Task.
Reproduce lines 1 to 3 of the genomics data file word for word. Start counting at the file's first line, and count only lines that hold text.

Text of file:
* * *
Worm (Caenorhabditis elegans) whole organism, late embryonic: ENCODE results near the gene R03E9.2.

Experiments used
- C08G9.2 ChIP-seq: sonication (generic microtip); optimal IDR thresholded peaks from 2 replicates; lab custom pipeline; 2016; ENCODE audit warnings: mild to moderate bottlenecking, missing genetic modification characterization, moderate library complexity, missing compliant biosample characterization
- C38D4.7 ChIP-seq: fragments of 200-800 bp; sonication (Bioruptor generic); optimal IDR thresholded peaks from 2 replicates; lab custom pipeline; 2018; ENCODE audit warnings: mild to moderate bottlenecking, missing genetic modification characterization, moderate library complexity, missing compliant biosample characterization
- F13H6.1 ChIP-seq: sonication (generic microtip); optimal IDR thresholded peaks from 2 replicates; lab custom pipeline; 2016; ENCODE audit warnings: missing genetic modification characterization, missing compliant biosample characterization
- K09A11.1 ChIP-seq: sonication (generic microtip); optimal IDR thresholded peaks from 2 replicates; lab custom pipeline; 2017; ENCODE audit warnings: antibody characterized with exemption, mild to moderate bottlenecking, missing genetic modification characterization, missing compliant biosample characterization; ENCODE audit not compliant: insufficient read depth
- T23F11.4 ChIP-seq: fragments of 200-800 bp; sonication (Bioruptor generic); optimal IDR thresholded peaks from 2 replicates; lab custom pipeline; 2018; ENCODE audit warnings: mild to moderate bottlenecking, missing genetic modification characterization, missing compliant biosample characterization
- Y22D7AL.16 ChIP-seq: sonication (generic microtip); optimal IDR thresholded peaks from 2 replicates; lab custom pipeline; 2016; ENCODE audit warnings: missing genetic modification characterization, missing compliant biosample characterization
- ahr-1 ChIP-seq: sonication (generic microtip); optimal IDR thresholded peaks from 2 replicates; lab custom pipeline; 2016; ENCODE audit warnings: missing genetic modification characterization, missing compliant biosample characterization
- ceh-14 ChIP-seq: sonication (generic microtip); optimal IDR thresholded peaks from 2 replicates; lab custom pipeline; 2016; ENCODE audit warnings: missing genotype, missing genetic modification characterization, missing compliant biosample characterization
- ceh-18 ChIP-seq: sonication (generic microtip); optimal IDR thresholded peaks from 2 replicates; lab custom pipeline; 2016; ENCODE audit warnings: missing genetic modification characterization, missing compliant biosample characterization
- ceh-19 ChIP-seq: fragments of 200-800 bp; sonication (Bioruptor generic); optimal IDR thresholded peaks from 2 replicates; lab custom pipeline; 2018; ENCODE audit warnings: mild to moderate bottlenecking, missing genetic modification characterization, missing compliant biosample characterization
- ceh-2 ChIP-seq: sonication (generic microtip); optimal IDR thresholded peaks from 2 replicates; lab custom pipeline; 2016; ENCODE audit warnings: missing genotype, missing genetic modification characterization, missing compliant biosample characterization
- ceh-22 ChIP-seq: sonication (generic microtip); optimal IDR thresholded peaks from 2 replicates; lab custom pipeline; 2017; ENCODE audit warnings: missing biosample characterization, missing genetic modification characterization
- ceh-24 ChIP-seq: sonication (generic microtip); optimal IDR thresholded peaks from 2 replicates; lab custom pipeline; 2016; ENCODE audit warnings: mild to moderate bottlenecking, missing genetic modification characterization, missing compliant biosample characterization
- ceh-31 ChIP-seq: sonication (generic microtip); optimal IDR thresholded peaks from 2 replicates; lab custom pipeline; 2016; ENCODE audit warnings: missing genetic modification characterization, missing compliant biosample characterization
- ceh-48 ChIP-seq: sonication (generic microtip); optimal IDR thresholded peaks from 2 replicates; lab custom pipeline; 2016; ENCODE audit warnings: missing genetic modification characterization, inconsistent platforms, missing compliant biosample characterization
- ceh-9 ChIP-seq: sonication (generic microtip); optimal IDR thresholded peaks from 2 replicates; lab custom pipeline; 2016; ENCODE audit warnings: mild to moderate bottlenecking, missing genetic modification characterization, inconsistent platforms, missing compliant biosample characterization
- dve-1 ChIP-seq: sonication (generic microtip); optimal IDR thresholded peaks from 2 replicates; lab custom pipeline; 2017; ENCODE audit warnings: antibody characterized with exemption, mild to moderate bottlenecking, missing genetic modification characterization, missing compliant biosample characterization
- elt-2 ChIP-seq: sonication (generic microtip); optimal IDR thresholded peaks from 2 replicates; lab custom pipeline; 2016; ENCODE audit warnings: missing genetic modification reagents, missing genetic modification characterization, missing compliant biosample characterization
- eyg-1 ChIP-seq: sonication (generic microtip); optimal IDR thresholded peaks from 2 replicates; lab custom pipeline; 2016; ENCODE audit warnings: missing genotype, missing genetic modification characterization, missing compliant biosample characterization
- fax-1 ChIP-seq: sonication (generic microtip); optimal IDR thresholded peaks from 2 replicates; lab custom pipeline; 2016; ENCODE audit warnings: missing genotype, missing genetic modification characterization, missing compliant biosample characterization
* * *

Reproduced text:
Worm (Caenorhabditis elegans) whole organism, late embryonic: ENCODE results near the gene R03E9.2.

Experiments used
- C08G9.2 ChIP-seq: sonication (generic microtip); optimal IDR thresholded peaks from 2 replicates; lab custom pipeline; 2016; ENCODE audit warnings: mild to moderate bottlenecking, missing genetic modification characterization, moderate library complexity, missing compliant biosample characterization